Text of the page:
Diversity Role written assignment: Living with diabetes Texas State University- San Marco’s COM 1310: Fundamentals of Human Communication Emilee Morris Most college students don’t spend their days worrying about taking insulin, heart disease, stroke, high or low blood pressure, blindness, kidney disease, nervous system damage, and amputations. However, when you live with type one diabetes, these things are constantly on your mind. Managing each and every day around a deadly condition such as diabetes is a difficult task to fulfill. Although around 11. 3% of 20-30 year olds suffer from diabetes (American Diabetes Association, 2013).
Most Americans do not know the daily struggle of living with an illness that has no cure. Although my diabetes has a huge impact on my life, I still manage to be the person I want to be, achieve my goals, and remain optimistic. (Thesis Statement) “In type one diabetes, the body does not produce insulin for unknown reasons. Insulin is a hormone that is essential for remaining alive”. ( American Diabetes Association, 2013). “Insulin’s main role is to help move certain nutrients, like sugar, into body tissue cells. These cells use nutrients from meals as a source of energy to function”. (WebMD, 2012).
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With the help of insulin shots, people like me, with type one diabetes can manage their condition and live happy lives. (Question 1). Although type one diabetes is a life threatening disease, I am still able to live my life pretty normally. I was diagnosed with type one diabetes when I was only 6 years old. Growing up was a difficult task, not only for me, but for the people around me as well. My classmates weren’t very mindful of my disease and would frequently tease me; I knew they assumed superiority over me because I was different. Every day after each meal I have to take my insulin shot.
I also need to check my blood pressure and glucose levels daily. Constantly having to check blood pressure and take insulin shots often causes people to stare or even comment on my disability. But other than that my day is Just like any other Texas State students, I go out with friends, attend class, study at the library, and even go to work. (Question 2). Having diabetes is pretty time consuming, but it has not disabled me from working. I currently work as a cashier at a local textbook store to help pay for my college tuition. (Questions). Every day tasks such as eating can be quite difficult sometimes.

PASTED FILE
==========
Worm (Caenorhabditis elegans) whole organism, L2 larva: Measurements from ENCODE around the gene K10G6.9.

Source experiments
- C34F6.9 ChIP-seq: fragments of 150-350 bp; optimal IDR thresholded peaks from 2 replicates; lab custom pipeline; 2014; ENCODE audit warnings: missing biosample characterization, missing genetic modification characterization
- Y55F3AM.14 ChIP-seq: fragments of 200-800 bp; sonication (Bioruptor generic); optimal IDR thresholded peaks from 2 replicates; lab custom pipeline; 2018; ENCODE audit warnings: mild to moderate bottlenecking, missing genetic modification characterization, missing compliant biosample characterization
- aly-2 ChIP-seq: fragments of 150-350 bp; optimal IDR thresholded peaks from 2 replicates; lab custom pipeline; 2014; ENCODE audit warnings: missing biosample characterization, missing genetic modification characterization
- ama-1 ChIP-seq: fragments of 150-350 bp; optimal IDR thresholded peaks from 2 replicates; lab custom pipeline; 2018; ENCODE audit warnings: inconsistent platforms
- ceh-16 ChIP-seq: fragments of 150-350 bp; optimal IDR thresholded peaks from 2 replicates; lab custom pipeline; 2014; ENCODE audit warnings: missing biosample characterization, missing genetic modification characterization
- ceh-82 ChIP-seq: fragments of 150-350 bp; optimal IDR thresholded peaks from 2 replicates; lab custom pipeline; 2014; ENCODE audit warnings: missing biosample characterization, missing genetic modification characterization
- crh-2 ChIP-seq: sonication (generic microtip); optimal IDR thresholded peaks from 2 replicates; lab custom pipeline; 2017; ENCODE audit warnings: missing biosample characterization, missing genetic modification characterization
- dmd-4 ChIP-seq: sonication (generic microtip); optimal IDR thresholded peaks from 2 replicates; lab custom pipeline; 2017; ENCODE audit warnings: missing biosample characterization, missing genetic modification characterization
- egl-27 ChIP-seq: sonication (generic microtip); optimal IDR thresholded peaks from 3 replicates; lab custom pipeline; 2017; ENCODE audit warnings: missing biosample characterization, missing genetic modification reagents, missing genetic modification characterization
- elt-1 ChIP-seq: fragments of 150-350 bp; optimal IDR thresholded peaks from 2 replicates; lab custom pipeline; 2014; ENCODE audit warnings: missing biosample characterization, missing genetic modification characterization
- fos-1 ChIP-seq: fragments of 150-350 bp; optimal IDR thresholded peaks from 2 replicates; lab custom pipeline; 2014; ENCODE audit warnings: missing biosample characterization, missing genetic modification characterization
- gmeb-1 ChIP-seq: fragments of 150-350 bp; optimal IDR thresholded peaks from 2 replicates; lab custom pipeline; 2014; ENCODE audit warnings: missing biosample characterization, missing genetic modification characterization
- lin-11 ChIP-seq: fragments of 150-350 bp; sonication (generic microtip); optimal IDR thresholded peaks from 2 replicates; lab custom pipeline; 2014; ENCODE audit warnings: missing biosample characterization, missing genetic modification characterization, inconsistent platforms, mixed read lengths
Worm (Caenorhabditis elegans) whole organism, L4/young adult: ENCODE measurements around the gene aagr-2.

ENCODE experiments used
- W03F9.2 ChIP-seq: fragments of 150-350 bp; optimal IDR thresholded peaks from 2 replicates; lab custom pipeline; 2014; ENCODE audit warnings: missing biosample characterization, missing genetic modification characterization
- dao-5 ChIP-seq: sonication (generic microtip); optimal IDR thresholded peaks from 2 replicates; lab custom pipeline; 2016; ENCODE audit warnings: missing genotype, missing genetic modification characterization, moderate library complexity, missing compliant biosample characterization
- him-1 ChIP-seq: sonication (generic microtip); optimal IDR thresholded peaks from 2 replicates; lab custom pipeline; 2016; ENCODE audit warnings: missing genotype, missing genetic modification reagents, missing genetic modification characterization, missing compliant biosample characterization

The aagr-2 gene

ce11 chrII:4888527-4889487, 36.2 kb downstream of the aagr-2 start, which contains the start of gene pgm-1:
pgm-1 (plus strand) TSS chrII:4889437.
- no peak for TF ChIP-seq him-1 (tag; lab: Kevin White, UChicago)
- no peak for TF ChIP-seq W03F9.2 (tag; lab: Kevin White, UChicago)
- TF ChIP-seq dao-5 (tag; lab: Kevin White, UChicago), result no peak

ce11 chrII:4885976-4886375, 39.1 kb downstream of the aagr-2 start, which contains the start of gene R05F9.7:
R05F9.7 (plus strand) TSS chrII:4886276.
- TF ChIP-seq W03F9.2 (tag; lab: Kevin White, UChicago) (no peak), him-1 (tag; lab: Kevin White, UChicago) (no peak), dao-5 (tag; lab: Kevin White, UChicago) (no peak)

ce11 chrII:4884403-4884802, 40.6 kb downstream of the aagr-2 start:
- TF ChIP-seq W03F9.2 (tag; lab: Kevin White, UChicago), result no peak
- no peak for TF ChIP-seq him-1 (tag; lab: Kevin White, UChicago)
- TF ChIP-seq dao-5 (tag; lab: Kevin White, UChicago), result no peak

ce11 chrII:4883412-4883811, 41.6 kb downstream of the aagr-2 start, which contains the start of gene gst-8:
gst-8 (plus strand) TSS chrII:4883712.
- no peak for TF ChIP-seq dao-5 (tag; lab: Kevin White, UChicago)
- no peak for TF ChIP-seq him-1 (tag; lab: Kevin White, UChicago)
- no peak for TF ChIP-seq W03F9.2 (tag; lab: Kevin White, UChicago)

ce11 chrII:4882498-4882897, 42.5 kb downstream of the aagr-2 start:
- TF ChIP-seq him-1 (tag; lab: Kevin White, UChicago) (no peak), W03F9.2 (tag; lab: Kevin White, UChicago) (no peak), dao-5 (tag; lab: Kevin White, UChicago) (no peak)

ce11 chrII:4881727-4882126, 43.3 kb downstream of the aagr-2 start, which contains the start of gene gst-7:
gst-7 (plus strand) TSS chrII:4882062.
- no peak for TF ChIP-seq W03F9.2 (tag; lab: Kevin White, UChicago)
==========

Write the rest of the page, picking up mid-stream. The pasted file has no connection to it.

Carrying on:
I constantly have to check my blood sugar levels before and after I eat to make sure that they aren’t too high or low. After I eat each meal I need to take an insulin shot on my stomach. I also need to count my intake of calories, crabs, sugars, sodium, and trans fat for each meal. “It is extremely important to keep track of sugar levels because over time high sugar levels will damage the nerves and blood vessels in the eyes, kidneys, and heart. It can also cause arteries to become hard, which lead to heart attack and stroke”. (WebMD, 2012). (Question 4). I try to have intercultural communication competence when I have to take my insulin shot.
When in public places I go into a more private area, sun as ten restroom to take my Insulin snot, or to snuck 01000 sugar levels. I go Into more private areas to prevent creating socially awkward situations for the people around me. (Question 5). How ever, when I am forced to treat my diabetes in a public area I some times get asked questions. Some of the more frequently asked questions include: what causes diabetes? Why do you have to take insulin shots? ‘The exact cause of type one diabetes is still unknown, however there is several factors that can contribute to type one diabetes, which include genetics and exposure to certain irises”. American Diabetes Association, 2013). “Insulin shots are essential to type one diabetics because the pancreas produces little or no insulin. Insulin is a necessary hormone that allows sugar to enter cells. ” (American Diabetes Association, 2013). (Question 6). In my spare time, I enjoy volunteering at The Juvenile Diabetes Research Foundation, also know as JUDD. JUDD helps raise awareness and funding to find a cure for type one diabetes. I help host the kid’s walk to cure diabetes in Austin, it brings in lots of donations, while educating others about type one diabetes. (Question 7).